Montague Charter Academy in Pacoima, on the other hand, will follow the district’s plan for its students, 80% of whom speak only limited English. Montague’s charter requires the school to mirror bilingual programs in Los Angeles Unified.
“We’ve had a lot of parents asking for English,” said Montague Principal Diane Pritchard. “I think either approach--immersion in English or primary language--can be effective. It’s the quality of the teacher that makes the difference.”
But Vaughn Next Century Learning Center, also in Pacoima, moved ahead with its plans for Spanish-language instruction Monday. An inquiry from The Times about the school prompted the state to review whether Proposition 227 applied to charter schools.
More than 80% of Vaughn’s students have limited proficiency in English. Students with the least command of English--about 500 pupils in kindergarten through second grade--will spend 90 minutes a day learning to read and write in Spanish.
Those students will spend the majority of the day, however, learning in so-called sheltered English, where teachers speak English slowly and use hand gestures and role-playing.
The rest of the student body will be taught in sheltered English the entire day.
Vaughn Principal Yvonne Chan said she and her staff decided to pursue bilingual education because they continue to believe that teaching students first in their native language enables them to eventually make a quicker transition to English.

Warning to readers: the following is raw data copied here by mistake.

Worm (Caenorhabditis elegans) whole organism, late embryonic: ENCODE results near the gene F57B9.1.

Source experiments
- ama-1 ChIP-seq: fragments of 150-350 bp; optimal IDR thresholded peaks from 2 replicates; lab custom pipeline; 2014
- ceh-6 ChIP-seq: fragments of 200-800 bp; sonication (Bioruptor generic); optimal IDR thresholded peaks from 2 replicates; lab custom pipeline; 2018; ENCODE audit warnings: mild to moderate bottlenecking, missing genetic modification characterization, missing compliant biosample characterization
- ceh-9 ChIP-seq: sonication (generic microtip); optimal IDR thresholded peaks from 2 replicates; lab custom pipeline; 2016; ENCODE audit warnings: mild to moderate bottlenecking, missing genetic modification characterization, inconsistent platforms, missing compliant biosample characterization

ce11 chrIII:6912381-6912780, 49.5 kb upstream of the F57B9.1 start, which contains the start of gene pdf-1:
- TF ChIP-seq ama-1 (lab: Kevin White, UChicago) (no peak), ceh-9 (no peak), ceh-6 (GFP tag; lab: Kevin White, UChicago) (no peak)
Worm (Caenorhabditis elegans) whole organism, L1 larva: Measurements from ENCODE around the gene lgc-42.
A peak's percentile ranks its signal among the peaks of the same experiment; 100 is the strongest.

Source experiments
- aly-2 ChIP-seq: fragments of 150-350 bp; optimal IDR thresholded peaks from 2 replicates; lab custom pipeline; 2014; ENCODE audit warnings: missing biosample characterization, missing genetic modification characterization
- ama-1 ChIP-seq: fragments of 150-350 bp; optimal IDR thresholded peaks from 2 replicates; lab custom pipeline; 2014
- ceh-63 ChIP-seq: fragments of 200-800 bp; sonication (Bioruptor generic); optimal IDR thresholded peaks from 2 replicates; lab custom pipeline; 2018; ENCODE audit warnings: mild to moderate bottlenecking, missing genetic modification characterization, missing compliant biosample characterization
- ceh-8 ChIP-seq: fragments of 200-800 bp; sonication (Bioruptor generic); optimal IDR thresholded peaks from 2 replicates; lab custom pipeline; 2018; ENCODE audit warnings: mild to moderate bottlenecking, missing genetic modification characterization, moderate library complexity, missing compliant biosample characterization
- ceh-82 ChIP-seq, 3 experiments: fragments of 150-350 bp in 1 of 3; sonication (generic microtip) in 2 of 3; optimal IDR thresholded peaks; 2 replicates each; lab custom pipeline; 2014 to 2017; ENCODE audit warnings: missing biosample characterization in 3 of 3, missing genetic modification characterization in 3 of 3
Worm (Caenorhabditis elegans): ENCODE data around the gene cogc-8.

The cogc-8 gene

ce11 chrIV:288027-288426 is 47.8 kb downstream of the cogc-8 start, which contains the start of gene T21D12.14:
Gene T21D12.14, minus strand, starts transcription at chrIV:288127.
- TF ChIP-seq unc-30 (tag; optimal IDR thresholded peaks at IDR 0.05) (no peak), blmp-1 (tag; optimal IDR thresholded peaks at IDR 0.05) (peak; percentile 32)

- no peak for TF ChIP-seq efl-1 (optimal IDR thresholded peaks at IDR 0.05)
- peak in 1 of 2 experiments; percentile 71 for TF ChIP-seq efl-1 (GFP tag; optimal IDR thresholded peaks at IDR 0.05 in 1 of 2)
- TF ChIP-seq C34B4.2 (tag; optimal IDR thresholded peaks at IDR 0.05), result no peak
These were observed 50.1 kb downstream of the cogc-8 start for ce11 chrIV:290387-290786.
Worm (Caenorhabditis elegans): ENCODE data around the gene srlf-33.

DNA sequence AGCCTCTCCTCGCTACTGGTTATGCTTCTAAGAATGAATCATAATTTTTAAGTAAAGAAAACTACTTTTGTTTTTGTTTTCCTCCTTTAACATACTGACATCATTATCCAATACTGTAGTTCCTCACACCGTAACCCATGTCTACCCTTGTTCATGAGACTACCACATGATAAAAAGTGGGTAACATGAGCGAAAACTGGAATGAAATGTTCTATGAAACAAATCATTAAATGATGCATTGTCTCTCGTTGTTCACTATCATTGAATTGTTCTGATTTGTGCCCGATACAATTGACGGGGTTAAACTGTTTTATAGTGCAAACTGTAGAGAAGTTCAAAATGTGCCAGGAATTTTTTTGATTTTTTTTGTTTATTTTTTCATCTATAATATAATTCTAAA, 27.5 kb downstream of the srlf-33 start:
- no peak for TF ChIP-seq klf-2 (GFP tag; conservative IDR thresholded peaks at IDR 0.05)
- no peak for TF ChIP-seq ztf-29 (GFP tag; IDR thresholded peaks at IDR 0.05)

“You use the primary language so students will label in English the concepts and ideas they already know in their mother tongue,” she said.
Chan has actively recruited bilingual teachers, more than doubling the number over the past four years to 36. The school has set a goal of preparing its students to enter mainstream English-language classes by the end of third grade.
Vaughn held meetings Saturday and Monday, and will hold a session today to inform parents of the bilingual program--and to promise that their youngsters will eventually master English.
“We are going to assure that all your children will become English-proficient as soon as possible,” Chan told parents before classes early Monday. “If your child is [a beginning English speaker], they will get teachers who will help them in Spanish.”
One class of first-graders began their semester Monday by reciting the Pledge of Allegiance in English and Spanish. Then they launched into a reading exercise in Spanish.
Teacher Tanya Pauley asked the students to repeat sentences about a monkey named Bono. “Si, si, Bono! Tu te portas bien,” Pauley and the 19 students said. “Yes, yes, Bono! You are behaving well.”
Unz said he did not have any objections to the Vaughn plan. It appears close to the guidelines laid down by Proposition 227, he said, which call for students to spend “nearly all” their class time in English-language classes.
“We don’t think this is something that represents a significant violation of the letter or spirit of Proposition 227,” he said.